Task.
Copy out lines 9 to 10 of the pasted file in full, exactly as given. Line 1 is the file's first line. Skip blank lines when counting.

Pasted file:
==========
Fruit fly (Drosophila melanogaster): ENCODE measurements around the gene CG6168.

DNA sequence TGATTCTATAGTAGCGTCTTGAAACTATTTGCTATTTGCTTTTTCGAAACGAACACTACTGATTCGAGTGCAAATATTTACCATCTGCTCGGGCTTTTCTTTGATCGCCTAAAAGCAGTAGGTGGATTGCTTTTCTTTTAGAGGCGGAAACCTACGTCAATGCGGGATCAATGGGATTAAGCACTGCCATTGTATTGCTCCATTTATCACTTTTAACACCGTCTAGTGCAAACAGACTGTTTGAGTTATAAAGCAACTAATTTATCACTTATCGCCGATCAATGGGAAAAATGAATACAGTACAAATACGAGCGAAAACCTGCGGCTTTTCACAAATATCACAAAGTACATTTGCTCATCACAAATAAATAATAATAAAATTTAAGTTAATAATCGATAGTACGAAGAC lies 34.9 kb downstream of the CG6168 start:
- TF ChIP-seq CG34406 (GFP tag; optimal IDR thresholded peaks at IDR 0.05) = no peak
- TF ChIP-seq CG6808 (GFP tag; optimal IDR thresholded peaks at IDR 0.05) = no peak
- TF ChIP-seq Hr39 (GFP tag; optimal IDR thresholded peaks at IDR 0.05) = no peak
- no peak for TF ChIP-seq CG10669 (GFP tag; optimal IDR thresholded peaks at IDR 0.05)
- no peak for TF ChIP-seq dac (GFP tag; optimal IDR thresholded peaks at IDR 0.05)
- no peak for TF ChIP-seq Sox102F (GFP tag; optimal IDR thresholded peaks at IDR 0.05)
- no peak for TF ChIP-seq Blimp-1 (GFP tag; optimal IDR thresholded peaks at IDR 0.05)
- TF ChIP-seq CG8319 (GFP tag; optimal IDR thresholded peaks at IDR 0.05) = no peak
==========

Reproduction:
- no peak for TF ChIP-seq Blimp-1 (GFP tag; optimal IDR thresholded peaks at IDR 0.05)
- TF ChIP-seq CG8319 (GFP tag; optimal IDR thresholded peaks at IDR 0.05) = no peak